Luna Discovers Nanomedicine Prototype Affects Hair Growth
News Mar 26, 2008
Luna Innovations Incorporated has announced the discovery that a nanomedicine prototype aids in the growth of new hair follicles. Scientists at Luna’s nanoWorks Division in Danville, VA, have been developing a portfolio of new candidates based on antioxidant nanomaterials which could lead to a platform technology for treating a wide range of diseases.
“One of our new nanomedicine prototypes, after only two weeks of treatment, was found to increase the number of hair follicles fourfold in mice which are born genetically hairless,” said Robert Lenk, President of Luna’s nanoWorks Division.
Hair growth is a process that normally depends on the regeneration of tiny hair follicles. Hairless mice have a mutation that results in atrophy of hair follicles a few weeks after birth. The hair does not regenerate. The gene responsible for the mutation in the hairless mice has been identified, however the biological processes that cause the follicle to atrophy are not well understood.
Luna is working with scientists at The Hamner Institutes for Health Sciences to further pursue their discovery in the hope of identifying a therapeutic aide to potentially treat male pattern baldness. In addition to hair loss due to heredity, Luna’s discovery may also aid in hair regeneration for loss due to other medical conditions.
“What we have uncovered thus far is extremely exciting because it sheds new insights into the underlying processes responsible for keeping hair follicles healthy,” said Lenk. “We know that hair follicles cycle between growth and atrophy naturally. These new results reveal that the balance can be tipped towards promoting follicle growth in hairless mice. Our hope is this discovery may eventually translate into a new class of medicines promoting hair growth in people who are balding.”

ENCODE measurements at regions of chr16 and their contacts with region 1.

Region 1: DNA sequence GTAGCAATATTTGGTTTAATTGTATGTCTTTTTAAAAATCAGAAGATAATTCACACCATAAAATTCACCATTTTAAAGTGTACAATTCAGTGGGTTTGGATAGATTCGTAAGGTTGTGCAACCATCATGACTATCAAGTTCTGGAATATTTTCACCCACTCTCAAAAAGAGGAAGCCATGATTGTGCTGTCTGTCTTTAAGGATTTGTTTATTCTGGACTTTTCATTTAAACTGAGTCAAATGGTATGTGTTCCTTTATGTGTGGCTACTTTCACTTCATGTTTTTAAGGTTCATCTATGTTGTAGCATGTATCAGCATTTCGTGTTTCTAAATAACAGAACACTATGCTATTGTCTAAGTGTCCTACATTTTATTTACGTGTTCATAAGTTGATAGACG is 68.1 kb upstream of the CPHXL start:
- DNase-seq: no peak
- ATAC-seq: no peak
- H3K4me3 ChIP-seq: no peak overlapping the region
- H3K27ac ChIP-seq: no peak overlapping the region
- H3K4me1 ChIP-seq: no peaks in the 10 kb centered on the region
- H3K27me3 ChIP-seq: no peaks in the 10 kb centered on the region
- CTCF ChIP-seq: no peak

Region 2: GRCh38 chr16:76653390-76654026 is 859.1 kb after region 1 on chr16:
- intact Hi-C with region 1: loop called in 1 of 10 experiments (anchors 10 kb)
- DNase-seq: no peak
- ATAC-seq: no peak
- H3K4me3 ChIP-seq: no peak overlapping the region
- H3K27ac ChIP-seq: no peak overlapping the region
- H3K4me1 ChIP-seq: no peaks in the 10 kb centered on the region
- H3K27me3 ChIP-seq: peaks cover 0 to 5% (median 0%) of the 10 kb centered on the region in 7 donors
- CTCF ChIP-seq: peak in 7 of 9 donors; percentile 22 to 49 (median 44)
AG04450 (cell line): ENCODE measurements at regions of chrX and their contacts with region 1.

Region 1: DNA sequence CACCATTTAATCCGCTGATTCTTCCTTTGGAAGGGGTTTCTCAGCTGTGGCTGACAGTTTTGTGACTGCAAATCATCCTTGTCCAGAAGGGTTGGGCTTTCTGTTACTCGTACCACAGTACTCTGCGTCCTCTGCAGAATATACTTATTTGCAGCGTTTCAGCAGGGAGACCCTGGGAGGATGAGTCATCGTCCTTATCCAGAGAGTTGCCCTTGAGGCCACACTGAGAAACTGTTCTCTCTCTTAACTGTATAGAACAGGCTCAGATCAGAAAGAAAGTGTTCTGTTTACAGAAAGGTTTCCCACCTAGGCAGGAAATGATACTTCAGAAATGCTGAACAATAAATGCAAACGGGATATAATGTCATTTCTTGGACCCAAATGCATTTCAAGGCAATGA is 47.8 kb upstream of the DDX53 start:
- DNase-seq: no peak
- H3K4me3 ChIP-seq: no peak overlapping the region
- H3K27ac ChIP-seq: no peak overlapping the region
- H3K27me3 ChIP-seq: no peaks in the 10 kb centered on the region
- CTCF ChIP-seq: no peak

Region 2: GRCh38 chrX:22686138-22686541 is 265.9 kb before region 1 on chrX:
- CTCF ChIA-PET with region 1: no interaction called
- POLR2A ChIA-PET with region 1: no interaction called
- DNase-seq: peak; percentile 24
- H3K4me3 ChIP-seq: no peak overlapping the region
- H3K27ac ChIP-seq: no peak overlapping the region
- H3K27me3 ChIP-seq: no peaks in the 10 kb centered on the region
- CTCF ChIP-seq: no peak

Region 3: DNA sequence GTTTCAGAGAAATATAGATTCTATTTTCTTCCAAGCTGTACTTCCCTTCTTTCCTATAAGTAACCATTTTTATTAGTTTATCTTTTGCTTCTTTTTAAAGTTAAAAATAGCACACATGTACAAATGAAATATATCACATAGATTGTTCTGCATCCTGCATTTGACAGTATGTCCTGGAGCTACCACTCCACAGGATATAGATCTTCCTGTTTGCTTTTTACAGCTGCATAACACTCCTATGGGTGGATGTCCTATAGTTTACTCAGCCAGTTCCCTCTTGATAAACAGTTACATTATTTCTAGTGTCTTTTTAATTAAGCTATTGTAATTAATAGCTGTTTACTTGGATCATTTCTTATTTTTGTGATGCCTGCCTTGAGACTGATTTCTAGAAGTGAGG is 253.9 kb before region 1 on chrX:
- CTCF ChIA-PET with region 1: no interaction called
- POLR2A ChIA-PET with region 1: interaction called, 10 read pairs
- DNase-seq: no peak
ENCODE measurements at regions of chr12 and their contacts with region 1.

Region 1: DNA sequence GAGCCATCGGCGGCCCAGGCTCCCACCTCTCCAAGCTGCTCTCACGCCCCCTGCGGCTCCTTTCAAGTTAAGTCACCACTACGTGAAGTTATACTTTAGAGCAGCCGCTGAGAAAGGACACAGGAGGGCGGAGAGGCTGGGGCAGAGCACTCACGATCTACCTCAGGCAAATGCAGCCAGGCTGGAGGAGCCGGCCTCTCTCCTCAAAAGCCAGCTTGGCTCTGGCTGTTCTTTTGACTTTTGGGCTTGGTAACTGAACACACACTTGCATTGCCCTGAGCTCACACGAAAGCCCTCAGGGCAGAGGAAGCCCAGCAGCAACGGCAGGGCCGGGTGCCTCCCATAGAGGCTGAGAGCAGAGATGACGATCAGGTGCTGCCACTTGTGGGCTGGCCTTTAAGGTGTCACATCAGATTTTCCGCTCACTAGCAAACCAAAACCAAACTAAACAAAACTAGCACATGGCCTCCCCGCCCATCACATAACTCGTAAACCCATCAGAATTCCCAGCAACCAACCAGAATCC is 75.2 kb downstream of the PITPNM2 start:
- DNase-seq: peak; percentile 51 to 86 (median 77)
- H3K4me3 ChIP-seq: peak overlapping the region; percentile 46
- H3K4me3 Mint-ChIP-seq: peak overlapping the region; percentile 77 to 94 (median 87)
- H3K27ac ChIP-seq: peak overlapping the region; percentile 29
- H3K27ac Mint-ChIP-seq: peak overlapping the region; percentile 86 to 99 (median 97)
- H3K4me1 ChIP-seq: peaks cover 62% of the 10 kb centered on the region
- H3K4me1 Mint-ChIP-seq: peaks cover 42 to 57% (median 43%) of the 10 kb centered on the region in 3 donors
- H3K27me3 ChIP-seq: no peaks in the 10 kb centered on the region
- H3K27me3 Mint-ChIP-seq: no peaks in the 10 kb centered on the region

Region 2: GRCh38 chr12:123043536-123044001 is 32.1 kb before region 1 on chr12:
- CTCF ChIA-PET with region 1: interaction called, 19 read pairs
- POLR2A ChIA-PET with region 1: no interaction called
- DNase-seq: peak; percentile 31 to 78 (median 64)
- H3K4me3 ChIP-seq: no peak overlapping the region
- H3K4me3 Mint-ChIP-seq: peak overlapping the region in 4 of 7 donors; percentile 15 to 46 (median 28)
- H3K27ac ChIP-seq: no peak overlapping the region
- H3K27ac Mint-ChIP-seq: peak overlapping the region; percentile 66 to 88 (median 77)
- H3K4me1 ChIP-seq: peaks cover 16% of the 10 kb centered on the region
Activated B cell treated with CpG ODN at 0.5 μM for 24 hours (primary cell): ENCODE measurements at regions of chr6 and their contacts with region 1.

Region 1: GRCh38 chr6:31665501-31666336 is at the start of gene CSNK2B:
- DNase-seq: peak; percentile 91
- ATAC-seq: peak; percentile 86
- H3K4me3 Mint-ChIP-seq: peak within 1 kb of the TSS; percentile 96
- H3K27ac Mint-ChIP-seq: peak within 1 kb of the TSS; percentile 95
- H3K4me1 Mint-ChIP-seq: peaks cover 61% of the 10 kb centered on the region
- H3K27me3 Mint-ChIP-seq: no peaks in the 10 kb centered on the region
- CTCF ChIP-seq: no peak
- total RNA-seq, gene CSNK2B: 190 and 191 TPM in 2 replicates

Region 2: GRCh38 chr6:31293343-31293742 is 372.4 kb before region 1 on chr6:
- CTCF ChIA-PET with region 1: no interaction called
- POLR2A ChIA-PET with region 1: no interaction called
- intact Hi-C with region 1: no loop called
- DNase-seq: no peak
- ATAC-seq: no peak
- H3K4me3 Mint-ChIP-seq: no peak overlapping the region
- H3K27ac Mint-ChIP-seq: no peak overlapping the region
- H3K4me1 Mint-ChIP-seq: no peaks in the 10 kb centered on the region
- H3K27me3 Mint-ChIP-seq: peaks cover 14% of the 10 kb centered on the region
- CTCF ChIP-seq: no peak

Luna’s program in nanomedicine is focused on using proprietary antioxidant technology to identify therapeutic candidates that are targeted with nanometer-scale precision to sites where pathogenic free radicals are produced. Luna is developing a portfolio of new therapeutic candidates that may address a number of diseases which are caused by free radicals.
Unlike most cells in the rest of our body, the DNA (the genome) in each of our brain cells varies from cell to cell, caused by somatic changes. But much remains unknown, including when these changes arise, their size and locations, and whether they are random or regulated. Now, researchers have developed new techniques allowing the detection of CNVs smaller than one million base pairs.